Five years ago…

… I sat breathlessly in the shrine at Tawy, barely able to watch as Hemet (AUS) – who I had only just met, then – cast handfuls of shells into a tray. I was anxious – I had been overwhelmed, strangely, by my Akhu reading. Partly because the deities who were associated with that reading were Heru, Set, and Yinepu – which made me worry that Wepwawet would not be a part of my divine lineage, something I had been quietly confident about, though I swore I would approach the rite with an open mind.

The night before, we had sat in the shrine singing and drumming quietly, because we enjoyed each other’s company and the presence of the gods; the RPD candidates slept in the shrine, our mattresses lined up on the floor. The morning before that, I was welcomed with hugs and warmth from a priest of the temple – something I will never forget.

The moment of my divination is a blur of clattering cowries, whispered conversation from the observers behind me, and the rustle of papers that Hemet used to take notes. What I remember most clearly is the announcement that I had two Parents and two Beloveds, and the question: did I want to guess? I didn’t, and that seemed to be met with surprise.

I replay this moment repeatedly at this time of year. Each anniversary takes on a different meaning, as my role within the faith changes. By the second anniversary, I had done Weshem-ib and was a Shemsu-Ankh. By the fourth, I was a priest. And even beyond my changing place in the temple, my own life changes. When I was divined, I was a college freshmen, just starting my second semester. I went through my entire college career, which literally changed everything I thought I knew about myself. I bought cars, I lived on my own, I moved back home, I had relationships and heartbreak. I got bitterly wounded by both strangers and those I thought I could trust. I took on responsibility and I ran from it.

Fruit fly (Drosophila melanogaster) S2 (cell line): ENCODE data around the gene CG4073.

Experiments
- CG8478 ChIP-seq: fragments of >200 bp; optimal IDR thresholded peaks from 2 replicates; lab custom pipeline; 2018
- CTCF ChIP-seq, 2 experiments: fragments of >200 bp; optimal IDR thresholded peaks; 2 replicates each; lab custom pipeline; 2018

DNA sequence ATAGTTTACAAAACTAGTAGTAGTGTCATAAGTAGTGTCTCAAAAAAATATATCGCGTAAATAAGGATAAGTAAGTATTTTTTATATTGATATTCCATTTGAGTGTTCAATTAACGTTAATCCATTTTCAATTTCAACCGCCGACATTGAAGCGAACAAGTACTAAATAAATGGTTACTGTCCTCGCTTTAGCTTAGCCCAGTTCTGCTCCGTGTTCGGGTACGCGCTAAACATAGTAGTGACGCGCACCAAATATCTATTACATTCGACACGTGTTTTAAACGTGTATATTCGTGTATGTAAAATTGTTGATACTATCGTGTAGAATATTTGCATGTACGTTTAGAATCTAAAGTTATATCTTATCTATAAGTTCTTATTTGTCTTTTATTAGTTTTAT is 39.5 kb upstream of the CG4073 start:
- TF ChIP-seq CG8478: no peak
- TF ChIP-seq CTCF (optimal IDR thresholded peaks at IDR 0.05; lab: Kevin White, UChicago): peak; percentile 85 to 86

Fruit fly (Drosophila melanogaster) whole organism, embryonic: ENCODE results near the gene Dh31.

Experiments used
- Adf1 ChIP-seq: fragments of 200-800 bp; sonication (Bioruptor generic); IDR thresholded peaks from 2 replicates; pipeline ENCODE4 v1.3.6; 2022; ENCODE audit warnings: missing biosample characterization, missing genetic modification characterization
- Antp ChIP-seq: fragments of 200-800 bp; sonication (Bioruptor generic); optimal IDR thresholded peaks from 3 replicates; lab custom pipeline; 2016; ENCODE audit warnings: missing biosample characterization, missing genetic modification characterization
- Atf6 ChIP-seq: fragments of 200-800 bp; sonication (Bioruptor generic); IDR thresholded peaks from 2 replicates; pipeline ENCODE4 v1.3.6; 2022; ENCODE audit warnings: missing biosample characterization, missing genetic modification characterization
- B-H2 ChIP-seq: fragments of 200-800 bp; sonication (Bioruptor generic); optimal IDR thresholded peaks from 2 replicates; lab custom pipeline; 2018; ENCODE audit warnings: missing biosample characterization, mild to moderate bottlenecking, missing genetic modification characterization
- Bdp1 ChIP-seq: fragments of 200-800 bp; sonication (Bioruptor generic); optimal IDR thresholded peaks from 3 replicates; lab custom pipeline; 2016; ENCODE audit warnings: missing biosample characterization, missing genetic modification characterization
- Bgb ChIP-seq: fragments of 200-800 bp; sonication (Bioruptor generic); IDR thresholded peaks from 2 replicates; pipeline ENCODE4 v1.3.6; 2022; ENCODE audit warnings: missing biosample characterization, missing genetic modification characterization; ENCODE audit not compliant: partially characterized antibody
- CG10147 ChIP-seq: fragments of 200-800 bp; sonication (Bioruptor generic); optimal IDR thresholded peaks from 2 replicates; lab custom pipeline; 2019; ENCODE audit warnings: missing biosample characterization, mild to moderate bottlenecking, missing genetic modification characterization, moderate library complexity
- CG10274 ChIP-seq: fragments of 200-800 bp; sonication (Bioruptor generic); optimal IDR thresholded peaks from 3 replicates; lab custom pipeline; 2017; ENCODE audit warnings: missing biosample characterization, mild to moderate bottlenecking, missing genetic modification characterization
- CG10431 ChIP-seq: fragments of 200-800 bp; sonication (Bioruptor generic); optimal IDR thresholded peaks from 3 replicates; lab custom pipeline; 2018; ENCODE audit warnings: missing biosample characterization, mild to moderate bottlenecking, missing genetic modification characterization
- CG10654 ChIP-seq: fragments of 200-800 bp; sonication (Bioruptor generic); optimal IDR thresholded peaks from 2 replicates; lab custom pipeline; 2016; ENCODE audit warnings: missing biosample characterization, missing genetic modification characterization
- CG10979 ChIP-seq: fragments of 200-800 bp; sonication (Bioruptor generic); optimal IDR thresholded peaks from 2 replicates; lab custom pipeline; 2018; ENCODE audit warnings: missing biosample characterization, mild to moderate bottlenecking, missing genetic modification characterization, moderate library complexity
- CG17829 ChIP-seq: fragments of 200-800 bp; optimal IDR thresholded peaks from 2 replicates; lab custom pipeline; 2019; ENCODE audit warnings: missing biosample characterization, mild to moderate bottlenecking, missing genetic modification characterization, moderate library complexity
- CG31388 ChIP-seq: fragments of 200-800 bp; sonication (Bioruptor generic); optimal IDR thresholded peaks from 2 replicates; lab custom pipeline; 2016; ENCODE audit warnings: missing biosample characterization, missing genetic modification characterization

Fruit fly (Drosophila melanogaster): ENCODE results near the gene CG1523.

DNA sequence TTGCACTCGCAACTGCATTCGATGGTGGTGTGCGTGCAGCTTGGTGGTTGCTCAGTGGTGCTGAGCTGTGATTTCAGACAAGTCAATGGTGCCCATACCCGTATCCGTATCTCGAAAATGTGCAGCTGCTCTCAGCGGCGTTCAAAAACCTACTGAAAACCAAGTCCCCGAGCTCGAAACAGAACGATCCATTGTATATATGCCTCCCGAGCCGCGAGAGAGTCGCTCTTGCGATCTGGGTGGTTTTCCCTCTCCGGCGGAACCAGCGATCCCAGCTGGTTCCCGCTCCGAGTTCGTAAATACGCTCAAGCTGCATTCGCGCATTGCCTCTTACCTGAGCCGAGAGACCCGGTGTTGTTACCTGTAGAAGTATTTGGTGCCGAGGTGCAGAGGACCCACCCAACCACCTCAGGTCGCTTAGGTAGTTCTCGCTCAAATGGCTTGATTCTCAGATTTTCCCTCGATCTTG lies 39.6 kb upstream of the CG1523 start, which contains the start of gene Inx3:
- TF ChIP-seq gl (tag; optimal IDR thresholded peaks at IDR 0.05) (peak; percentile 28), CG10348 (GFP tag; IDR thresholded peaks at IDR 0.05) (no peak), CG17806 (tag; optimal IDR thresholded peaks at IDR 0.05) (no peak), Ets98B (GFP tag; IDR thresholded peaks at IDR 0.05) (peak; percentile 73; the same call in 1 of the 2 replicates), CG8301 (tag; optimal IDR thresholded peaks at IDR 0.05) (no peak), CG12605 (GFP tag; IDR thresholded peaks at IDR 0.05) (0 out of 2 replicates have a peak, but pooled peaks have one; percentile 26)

I will never stop being grateful for that day, for the gods who stepped forward to look after me, for the gods who came later, for the community I have come to love, and for every blessed moment within it.

Five years is such a long time for something that takes no time at all.

I know we already have a myth for why the sunrise is so colorful, but I choose to believe this as well:

When the sun rises, and the uncreated lays bleeding on the horizon, broken and defeated by the Son of Nut, Ra and His daughter move into the sky, and She dances. She touches the hem of the night with Her joy, stitching in the seams of dawn with red and golden thread. She sings the clouds into a fury of color, and each step of her slender feet sends neon splashes darting over our heads. She celebrates Her father’s triumph, and sends Him to rule the day with all the beauty Her love can create.

I am particularly thinking of Bast here, but you can substitute any Eye you’d like. ๐Ÿ™‚

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Shrine Tour

I’m a little under the weather this week, it seems. So instead of trying to kick my brain into gear for an actual post, have a tour of the shrines in my home. I just undertook a huge cleaning of my room, which included tidying the shrines in my life. Have a look!

This is my Akhu shrine. It’s full of things that remind me of my ancestors, by blood, by kinship or by faith. There are little pyramids and Egyptian style images for the people of Kemet, whose gods I worship; there is a hymnal, some prayer cards and a rosary for my Catholic ancestors; there are a few pictures of my ancestors, tucked in there in places, and little things that the people who I knew would like – a miniature clarinet, flower shaped candles, stained glass hummingbird, a doll’s tea set.